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Reconstructing the network of people and places that made up William Baldock’s smuggling enterprise uncovers some curious situations and characters. We come across men like Charles Delmar who married William’s stepdaughter, Harriot.

Charles Delmar came from a well-established Kent family. Nevertheless, he and Harriot had to turn to William Baldock for financial support. Charles also had a share in a Canterbury brewery with his father-in-law. The success of this partnership is questionable. We know William had to provide loans to Charles and some 30 years after Baldock’s death, Charles is the plaintiff in a court case concerning a large number of public houses in Kent.

But he did have a passion for music. Like his father, Charles is destined to become Chairman of the Canterbury Catch Club.

This was a members’ only club with strong political ties. It was started in 1779 at the Prince of Orange and over the years, became one of the most successful ‘political’ music clubs in Kent. It was a fraternity dedicated to the enjoyment of music, beer, claret and tobacco.

canterbury catch club

Catches and glees were characteristically English forms of part song typically sung by male voices. The catch was primarily known for its often crude sense of humour and originates from the 16th century; the glee with its more refined subject matter was encouraged during the mid-18th century.

Regardless of whatever visiting celebrities may have contributed, most of the evening’s music would have been provided by the members, themselves. All would have been capable of holding a part in the ‘catches’ which lie at the heart of the Club’s repertoire. The sophisticated glees would have been sung by more musically proficient members and included musicians in the service of Canterbury Cathedral at the time.

The Kent Herald describes the Canterbury Catch Club as ‘the mother club of England, originating from a social meeting of vocalists whose objective was the practice of catches, glees and madrigals’. The club existed between 1779 and 1865.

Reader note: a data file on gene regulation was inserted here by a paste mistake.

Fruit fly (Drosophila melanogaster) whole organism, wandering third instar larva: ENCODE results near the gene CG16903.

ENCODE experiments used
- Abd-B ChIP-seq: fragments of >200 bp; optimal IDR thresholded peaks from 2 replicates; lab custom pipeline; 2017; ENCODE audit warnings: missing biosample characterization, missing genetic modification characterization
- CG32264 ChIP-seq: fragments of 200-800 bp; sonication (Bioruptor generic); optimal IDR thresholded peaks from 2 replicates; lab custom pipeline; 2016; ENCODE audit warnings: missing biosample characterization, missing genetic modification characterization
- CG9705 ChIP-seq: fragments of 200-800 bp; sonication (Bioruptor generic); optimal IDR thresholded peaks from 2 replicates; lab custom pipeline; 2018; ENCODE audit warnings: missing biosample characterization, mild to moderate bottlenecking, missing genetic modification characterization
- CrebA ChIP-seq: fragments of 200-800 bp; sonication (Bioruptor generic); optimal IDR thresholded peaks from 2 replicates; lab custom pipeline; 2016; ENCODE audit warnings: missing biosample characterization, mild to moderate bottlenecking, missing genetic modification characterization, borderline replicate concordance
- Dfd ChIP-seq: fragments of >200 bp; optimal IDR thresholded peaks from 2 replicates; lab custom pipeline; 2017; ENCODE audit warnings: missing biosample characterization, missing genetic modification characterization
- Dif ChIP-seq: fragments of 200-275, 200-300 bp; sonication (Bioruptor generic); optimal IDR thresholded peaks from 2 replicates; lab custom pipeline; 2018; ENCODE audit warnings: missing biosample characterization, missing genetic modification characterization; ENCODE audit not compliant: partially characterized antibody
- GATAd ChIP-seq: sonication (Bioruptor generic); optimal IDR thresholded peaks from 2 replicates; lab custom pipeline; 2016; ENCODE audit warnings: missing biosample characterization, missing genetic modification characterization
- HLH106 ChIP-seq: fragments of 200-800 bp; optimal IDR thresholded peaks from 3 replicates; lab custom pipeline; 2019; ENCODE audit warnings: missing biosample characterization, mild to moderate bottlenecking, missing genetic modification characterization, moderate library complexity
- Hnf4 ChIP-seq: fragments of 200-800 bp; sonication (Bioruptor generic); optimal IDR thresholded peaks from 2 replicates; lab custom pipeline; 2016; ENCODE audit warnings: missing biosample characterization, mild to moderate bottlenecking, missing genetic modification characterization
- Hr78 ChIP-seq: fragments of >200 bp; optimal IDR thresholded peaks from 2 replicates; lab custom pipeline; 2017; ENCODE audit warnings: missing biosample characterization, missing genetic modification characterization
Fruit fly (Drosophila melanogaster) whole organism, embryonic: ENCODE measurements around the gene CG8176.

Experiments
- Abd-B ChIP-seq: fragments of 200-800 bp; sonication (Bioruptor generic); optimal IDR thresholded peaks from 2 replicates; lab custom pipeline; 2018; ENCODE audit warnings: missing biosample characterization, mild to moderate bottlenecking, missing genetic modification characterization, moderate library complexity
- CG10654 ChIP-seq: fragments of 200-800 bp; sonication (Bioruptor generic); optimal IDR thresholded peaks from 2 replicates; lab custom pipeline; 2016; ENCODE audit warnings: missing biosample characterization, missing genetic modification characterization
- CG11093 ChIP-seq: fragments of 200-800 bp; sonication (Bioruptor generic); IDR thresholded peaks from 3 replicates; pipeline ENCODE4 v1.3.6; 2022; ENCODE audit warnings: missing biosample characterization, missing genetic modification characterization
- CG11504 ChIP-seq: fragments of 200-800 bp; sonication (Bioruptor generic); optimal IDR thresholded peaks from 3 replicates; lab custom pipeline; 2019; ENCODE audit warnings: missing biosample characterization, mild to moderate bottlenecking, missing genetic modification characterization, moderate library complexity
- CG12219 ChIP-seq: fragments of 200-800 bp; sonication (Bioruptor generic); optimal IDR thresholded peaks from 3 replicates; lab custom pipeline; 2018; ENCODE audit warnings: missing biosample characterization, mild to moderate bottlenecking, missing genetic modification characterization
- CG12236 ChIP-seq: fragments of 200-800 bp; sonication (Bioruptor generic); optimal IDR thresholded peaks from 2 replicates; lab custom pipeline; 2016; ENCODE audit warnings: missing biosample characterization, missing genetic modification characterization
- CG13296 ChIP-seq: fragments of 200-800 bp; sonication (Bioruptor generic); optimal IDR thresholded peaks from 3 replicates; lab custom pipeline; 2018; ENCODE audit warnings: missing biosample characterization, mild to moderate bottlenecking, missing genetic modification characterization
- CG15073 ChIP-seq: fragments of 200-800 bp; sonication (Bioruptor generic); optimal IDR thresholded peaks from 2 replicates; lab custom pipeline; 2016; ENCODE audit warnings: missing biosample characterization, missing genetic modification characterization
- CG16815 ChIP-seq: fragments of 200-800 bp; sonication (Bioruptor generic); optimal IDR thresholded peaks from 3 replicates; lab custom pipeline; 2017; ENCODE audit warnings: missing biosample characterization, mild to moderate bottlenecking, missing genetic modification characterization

Canterbury catch club music

After a period of time, a musical department was introduced with an orchestra that was intended to add to the ‘celebrity’ and status of the Club but it went into a period of decline until, in 1810 a new orchestra leader, Mr Thomas Goodban, was brought in.

The Canterbury Catch Club was to be the key to Mr Goodban’s subsequent success and popularity. He appears to have gained an influential reputation and in 1819 was presented with a silver bowl and salver worth 50 guineas.

“Given the endless problems with the air pump, the Ladies’ Room, and the various musical celebrities from foreign countries (Italy and America) … it is something of a wonder that a series of thirty concerts of vocal and orchestral music was held every Wednesday evening from October to May throughout this period.”

All this was overseen by Charles Delmar Snr, father of Charles Delmar Jnr who married into the Baldock family.

Like most of the clubs, the Canterbury Catch Club was maintained by annual subscriptions of 20 shillings for a season (in 1840) with fines for those who failed to attend. Honorary membership was granted to a few gentlemen who acted as endorsements for the club and enhanced its reputation.